ASEAN offers Myanmar humanitarian assistance for Rakhine

YANGON: The 10-member Association for Southeast Asian Nations (ASEAN) on Monday (Dec 19) offered Myanmar humanitarian assistance, stressing that aid be distributed to those affected in northern Rakhine state.

Speaking after a closed-door meeting of the bloc’s foreign ministers, ASEAN Secretary-General Le Luong Minh said that “we need to help Myanmar overcome this challenge”.

He added that it was a “mood of solidarity, unity and consensus on the need to help Myanmar overcome the situation in Rakhine state”, and that the bloc “will keep on discussing how to help the country”.

In a statement posted on Facebook, Myanmar’s foreign ministry said the country’s foreign minister and State Counsellor Aung San Suu Kyi briefed her counterparts on the “recent developments in northern Rakhine state” following the Oct 9 attacks.

Myanmar called for the meeting, wanting to provide information on the nation’s efforts to address the issue, including the provision of humanitarian assistance.

Suu Kyi, in the statement, reiterated Myanmar’s “serious commitment to the resolution of the complex issue and the need for time and space for the government’s efforts to bear fruit.”

Myanmar had previously said the Rohingya problem in Rakhine was a domestic issue and that others shouldn’t interfere.

Its handling of the issue was criticised by countries like Malaysia, whose foreign minister Anifah Aman reportedly told the meeting that the situation was now of “regional concern”.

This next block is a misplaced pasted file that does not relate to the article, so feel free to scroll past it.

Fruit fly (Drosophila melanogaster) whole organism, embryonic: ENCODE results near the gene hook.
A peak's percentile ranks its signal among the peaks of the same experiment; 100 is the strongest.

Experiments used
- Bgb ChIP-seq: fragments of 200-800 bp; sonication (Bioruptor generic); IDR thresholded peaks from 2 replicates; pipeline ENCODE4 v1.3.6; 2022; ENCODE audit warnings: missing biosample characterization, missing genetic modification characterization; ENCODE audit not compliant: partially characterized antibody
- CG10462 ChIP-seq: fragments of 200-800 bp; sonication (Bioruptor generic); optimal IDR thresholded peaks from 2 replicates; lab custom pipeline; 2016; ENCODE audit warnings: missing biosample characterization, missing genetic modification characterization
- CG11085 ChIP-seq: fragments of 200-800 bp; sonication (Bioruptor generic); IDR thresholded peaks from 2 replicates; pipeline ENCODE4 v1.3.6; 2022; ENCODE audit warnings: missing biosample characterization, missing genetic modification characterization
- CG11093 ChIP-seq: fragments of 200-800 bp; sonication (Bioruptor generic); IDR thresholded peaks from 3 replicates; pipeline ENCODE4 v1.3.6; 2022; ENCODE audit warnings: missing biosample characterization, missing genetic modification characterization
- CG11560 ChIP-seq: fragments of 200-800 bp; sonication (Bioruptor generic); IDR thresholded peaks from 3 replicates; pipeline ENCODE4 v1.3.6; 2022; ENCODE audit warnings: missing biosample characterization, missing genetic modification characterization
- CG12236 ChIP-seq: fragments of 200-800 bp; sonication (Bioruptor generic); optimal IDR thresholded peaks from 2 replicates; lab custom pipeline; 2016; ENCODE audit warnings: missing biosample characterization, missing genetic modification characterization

Singapore’s foreign minister Dr Vivian Balakrishnan told Channel NewsAsia that the Rakhine issue was a domestic one but that there may be “regional implications” if there is instability there.

He said: “It provides a fertile ground for terrorist groups to engage or embed themselves and that’s not good for all of us. Secondly, if there are refugees and there are transboundary effects, then it becomes a regional issue.”

However, Dr Balakrishnan pointed out that the key point is that the “primary responsibility for resolving this must lie with the local government and it’s the duty of the ASEAN counterparts” to support Myanmar.”

The Singapore minister said the issue illustrates how race, language and religion are “live issues” throughout Southeast Asia and “always in danger of being exploited and we must be careful not to make things worse”.

Suu Kyi said she believes this meeting will help strengthen ASEAN unity and resolve the “differences among ASEAN family members through peaceful and friendly consultations”.

Myanmar gave the assurance that it would keep ASEAN members “ïnformed of developments in Rakhine state”.

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